The only direction for Scottish franchising to go is up. Amanda Peters of What Franchise Magazine finds out why
If the NatWest & BFA 2018 Franchise Report revealed anything, it is that franchising is big business in the UK. However, Scotland does trail behind certain urban areas south of the border.
“Of the £17 billion franchising brings to the UK economy, Scotland only produces £800 million,” says Andy McCarroll, head of marketing at Platinum Wave Franchising, an international consultancy firm based in Scotland.
This is because the country is home to only 5% of franchised outlets. McCarroll explains that this is due to the fact that franchising thrives in more densely populated areas and Scotland simply doesn’t have the numbers.
He continues: “Glasgow and Edinburgh rank in the UK’s top 10 cities for population, but the next placed is Aberdeen, which is about 40th.
“While Scotland isn’t going to magically create any more cities, urban populations will increase, the economy will grow stronger and therefore franchising in Scotland really only has one way to go – and that’s up.”
The British Franchise Association (BFA) predicts that the Scottish market will be worth £1 billion by 2021.
“Despite the slight decrease in annual turnover within the Scottish franchise market, I see this only as an opportunity to tap into the potential that Scotland has for franchising,” says Pip Wilkins, CEO of the BFA.
Wilkins points at another avenue for Scotland to increase its franchising footprint.
She says: “The franchising industry has evolved massively over the years, producing systems that are able to suit prospective business owners who do not live in urban areas.
“Examples of this would be that four in 10 franchise systems can now be operated from home — this is due to an influx of digital systems, and the rapidly growing area of personal services which has more than doubled in the past 10 years.”
Personal services, hotel and catering have seen the largest growth, with McCarroll pointing to Scotland-headquartered German Doner Kebab (GDK) as a good example.
“We’re set to open three more stores during 2019, including Glasgow, Edinburgh and Aberdeen,” says the CEO of GDK, Imran Sayeed.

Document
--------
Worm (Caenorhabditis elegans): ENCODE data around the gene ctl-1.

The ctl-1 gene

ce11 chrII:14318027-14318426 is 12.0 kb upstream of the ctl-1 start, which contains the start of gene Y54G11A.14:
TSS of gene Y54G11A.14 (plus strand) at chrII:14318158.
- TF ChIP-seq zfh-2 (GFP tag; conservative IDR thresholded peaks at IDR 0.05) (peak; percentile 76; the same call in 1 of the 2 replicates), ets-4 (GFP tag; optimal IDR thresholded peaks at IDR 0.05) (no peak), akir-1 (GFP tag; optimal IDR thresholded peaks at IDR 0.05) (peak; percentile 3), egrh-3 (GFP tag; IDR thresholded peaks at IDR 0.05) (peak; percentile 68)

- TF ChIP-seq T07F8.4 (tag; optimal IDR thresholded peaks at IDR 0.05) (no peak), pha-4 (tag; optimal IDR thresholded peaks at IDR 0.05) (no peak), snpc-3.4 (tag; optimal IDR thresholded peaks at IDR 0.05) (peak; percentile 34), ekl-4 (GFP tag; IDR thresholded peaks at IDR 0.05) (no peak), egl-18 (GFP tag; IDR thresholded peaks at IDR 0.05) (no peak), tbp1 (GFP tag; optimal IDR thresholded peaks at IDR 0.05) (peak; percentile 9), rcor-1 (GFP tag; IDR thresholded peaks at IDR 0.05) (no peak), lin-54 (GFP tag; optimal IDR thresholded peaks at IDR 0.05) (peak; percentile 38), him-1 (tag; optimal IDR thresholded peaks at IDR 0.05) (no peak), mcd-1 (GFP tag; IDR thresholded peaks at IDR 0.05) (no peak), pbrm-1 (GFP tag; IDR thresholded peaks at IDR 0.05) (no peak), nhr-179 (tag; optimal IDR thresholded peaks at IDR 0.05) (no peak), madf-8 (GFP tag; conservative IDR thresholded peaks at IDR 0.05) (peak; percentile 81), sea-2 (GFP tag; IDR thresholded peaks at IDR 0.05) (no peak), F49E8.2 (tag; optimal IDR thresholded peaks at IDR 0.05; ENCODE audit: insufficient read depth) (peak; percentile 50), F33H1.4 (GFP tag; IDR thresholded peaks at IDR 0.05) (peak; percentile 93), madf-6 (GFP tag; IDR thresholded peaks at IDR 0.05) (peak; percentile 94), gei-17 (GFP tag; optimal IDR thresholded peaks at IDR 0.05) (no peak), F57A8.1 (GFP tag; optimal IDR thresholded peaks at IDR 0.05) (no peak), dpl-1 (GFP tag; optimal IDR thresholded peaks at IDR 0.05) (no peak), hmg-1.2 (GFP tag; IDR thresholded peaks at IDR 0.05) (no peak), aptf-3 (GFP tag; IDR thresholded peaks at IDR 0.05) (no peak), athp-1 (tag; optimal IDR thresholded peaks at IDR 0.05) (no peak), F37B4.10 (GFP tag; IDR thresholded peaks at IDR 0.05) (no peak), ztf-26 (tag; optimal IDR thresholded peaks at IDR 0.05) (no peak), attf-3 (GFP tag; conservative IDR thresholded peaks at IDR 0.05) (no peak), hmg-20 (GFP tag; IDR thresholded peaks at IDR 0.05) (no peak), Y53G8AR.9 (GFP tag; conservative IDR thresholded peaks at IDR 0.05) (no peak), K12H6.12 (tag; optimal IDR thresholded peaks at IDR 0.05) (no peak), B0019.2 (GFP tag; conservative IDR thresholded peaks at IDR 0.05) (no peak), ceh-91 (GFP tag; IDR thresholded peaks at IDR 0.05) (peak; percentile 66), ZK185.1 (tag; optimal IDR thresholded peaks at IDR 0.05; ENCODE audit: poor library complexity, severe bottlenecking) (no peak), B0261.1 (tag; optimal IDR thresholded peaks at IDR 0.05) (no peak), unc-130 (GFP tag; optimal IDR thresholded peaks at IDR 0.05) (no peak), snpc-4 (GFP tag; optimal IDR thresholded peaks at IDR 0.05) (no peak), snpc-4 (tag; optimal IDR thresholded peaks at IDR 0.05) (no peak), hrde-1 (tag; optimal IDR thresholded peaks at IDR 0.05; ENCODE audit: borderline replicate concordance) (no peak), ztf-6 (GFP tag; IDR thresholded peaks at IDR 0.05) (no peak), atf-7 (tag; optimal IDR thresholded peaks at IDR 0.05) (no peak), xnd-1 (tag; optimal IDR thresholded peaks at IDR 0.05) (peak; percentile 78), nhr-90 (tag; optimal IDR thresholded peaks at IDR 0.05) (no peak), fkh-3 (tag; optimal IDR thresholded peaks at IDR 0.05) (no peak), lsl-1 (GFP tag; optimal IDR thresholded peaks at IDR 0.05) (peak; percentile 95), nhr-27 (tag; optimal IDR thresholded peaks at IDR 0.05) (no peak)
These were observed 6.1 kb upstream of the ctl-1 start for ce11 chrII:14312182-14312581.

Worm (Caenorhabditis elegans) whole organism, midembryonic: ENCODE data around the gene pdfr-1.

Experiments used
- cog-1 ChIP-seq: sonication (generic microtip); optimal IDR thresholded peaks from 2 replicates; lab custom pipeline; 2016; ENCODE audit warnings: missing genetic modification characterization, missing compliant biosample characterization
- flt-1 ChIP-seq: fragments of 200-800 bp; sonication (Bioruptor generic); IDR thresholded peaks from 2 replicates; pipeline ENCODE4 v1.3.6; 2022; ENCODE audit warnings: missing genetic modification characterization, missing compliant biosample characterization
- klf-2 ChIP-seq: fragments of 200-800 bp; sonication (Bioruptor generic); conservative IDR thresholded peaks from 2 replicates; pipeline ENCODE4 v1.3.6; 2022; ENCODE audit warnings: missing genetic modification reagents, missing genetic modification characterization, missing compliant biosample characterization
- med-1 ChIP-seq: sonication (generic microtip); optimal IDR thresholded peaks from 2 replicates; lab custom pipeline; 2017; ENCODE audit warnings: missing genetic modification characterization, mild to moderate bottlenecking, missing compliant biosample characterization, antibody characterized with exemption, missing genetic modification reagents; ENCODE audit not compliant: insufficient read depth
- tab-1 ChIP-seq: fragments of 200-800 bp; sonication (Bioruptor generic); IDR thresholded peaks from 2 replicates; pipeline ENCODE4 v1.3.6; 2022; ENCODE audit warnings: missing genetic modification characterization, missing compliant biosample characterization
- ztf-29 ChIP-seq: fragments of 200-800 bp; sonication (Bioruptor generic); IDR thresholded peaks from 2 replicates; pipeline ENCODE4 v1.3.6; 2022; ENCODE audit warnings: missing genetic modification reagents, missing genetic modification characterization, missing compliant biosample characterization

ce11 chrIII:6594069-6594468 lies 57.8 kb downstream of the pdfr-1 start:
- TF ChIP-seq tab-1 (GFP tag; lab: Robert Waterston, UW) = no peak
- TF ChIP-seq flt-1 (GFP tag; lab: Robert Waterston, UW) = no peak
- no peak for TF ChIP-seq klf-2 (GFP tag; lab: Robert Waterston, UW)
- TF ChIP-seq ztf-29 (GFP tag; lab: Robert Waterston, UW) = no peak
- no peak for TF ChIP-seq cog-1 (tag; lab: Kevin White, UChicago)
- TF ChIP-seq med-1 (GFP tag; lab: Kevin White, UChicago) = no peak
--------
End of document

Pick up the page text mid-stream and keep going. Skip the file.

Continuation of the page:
“The expansion will see a total investment of over £2 million in Scotland alone and will create 150 jobs in the region. Beyond 2019, we have plans to open approximately 15 more stores in Scotland.”
Women in the business
Scotland, much like the rest of the UK, is seeing a massive uptake in women getting into franchising. “There’s been a 20% increase of women coming into the industry across the UK, and I imagine that is true also of Scotland,” says Suzie McCafferty, CEO of Platinum Wave Franchising.
“There is an entrepreneurial women-based community here. I was speaking at the Business Women Scotland event in Aberdeen a couple of weeks ago and it was full of women looking to expand into franchising and that was just in Aberdeen.
“There were women not just looking at franchising their business but also seeking to buy a franchise.”
Nothing exemplifies this more than Kate Walker, who, with her husband, owns seven busy McDonald’s restaurants in Scotland which employ nearly 700 people.
She says: “Franchising is a great route to setting up your own business, especially for women as there’s a lot of expertise you can tap into without taking on all the stress that comes with starting your own business.”
A former marketing executive, Walker also plays a key role in McDonald’s marketing and promotions team in the UK, as president of the marketing cooperative. However, she does want even more women to get involved, saying that this is an area she is looking to champion within the business.
The Scottish Parliament has shown some interest in the franchise sector, but McCafferty wants more.
“I would like to see the government getting more on board with what is happening with franchising and the opportunities it can create for more enterprise and jobs in Scotland,” she explains.
“I know that the BFA is in talks with the Parliament, which is encouraging, but I would like to see the business community, influencers, academia, and the government get more involved as the opportunities are endless.”
The BFA is committed to helping the Scottish franchise industry reach the £1 billion mark by 2021.
“We are hoping to educate and inspire Scotland to make franchising their future. This will begin with the BFA’s annual Scottish Franchise Week, being held this year on 11th and 12th September,” says Wilkins.
So how easy is to get funding for your franchise venture in Scotland?
Key franchise banks lend up to 70% to franchisors and franchisees in the UK.
However, in parts of Scotland there are specific business growth loan funds that look to help businesses in certain regions.
McCafferty states: “Business gateways and local organisations also provide various forms of business growth funding support to assist high growth businesses with areas such as strategy development, internationalisation, technology, products and service development — all important elements to help a business franchise and scale.
“There is also The Prince’s Trust for youngsters who want to get into business. If you are below a certain age, it will help fund part of a new business, which is really exciting for the younger generation.”